Central Nervous System Toxoplasmosis and Cytomegalovirus Colitis in an Asymptomatic HIV Positive Patient.

Human immunodeficiency virus (HIV) associated opportunistic infections are complications of patients with advanced HIV infection who are unaware of their disease or non-compliant with antiretroviral therapy. HIV patients with low CD4 count, generally less than 200 cells/μL, are at risk of developing opportunistic infections. We report a case of a 53-year-old male diagnosed with opportunistic infections, and cytomegalovirus (CMV). His initial presentation was central nervous system Toxoplasmosis and he later developed CMV colitis. Both are consequences of his undiagnosed advanced HIV status. The patient was promptly treated with appropriate medications for both conditions. The patient's HIV status is well controlled with highly active antiretroviral therapy (HAART) and his CD4 count is improving. It further exhibits the significance of adequate screening protocols and the importance of early treatment for HIV patients.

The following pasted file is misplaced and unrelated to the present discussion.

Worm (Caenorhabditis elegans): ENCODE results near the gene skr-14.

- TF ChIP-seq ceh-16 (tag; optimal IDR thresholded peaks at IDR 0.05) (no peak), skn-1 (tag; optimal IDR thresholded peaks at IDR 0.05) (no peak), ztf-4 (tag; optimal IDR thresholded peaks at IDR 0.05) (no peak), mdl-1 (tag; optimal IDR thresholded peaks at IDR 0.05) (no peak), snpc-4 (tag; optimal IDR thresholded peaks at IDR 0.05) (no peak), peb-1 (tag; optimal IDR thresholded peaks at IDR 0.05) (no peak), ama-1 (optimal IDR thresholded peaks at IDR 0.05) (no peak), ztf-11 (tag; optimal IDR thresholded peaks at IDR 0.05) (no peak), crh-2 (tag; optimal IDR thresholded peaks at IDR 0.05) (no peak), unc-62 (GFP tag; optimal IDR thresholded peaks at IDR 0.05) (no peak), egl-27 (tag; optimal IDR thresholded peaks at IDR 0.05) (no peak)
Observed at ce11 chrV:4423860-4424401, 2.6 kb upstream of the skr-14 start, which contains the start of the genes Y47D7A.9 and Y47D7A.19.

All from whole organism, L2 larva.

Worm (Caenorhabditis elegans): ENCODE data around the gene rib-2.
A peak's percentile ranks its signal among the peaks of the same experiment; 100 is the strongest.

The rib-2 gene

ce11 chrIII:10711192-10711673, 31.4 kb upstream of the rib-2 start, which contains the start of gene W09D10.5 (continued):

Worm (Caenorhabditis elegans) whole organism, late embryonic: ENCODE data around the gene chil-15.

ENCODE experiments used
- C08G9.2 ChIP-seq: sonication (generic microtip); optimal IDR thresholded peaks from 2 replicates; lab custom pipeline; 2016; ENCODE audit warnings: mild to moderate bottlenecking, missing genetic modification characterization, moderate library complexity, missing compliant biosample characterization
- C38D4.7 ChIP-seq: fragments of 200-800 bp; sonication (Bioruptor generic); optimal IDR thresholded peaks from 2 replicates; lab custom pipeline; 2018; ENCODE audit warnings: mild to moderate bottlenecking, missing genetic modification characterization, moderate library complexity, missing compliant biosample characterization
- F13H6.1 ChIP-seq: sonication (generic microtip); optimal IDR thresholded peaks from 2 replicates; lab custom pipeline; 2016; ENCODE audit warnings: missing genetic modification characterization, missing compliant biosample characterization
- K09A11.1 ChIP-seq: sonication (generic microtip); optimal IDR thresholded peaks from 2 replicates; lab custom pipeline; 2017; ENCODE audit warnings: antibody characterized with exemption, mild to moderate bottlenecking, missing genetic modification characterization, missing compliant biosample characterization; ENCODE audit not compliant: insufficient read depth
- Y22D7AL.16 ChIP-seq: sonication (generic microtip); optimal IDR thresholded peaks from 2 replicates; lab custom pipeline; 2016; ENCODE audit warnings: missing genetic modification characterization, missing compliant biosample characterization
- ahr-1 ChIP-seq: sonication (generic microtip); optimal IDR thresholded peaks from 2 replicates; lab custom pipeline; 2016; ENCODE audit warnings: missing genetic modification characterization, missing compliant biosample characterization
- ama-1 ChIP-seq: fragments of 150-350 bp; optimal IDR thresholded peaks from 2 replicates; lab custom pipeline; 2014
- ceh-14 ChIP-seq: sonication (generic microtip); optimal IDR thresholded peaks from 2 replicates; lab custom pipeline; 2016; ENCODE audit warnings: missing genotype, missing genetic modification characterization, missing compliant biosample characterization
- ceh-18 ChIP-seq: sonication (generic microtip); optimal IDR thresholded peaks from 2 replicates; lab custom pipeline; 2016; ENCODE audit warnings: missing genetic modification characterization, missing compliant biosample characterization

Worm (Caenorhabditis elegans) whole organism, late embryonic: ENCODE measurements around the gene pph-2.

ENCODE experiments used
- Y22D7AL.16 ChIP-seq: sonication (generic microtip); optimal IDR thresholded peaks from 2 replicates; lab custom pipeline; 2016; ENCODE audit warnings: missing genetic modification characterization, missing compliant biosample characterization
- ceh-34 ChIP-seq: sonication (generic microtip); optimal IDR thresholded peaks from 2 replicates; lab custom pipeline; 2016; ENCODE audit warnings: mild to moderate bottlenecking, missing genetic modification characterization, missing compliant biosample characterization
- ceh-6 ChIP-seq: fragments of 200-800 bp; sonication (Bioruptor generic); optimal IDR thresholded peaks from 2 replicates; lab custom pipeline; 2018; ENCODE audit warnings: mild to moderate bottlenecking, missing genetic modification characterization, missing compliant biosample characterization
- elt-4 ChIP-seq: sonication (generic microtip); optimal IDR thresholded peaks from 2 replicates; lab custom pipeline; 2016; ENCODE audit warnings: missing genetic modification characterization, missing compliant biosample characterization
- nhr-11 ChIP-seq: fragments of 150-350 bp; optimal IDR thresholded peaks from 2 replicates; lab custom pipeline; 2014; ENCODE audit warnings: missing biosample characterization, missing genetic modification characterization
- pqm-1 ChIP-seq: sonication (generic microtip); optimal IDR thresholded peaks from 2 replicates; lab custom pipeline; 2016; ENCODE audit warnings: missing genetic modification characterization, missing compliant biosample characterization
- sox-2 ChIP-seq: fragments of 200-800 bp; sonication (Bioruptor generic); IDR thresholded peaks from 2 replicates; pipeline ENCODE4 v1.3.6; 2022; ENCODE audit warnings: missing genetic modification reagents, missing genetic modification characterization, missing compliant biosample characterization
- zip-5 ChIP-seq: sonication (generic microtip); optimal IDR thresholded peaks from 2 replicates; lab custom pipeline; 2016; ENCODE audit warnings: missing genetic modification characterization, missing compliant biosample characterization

as reported in: Emuze BO, Jain MS, Luvsannyam E, Bhaya P, Vaquero C. Cureus. 2021 Sep:13(9):e17683. doi: 10.7759/cureus.17683.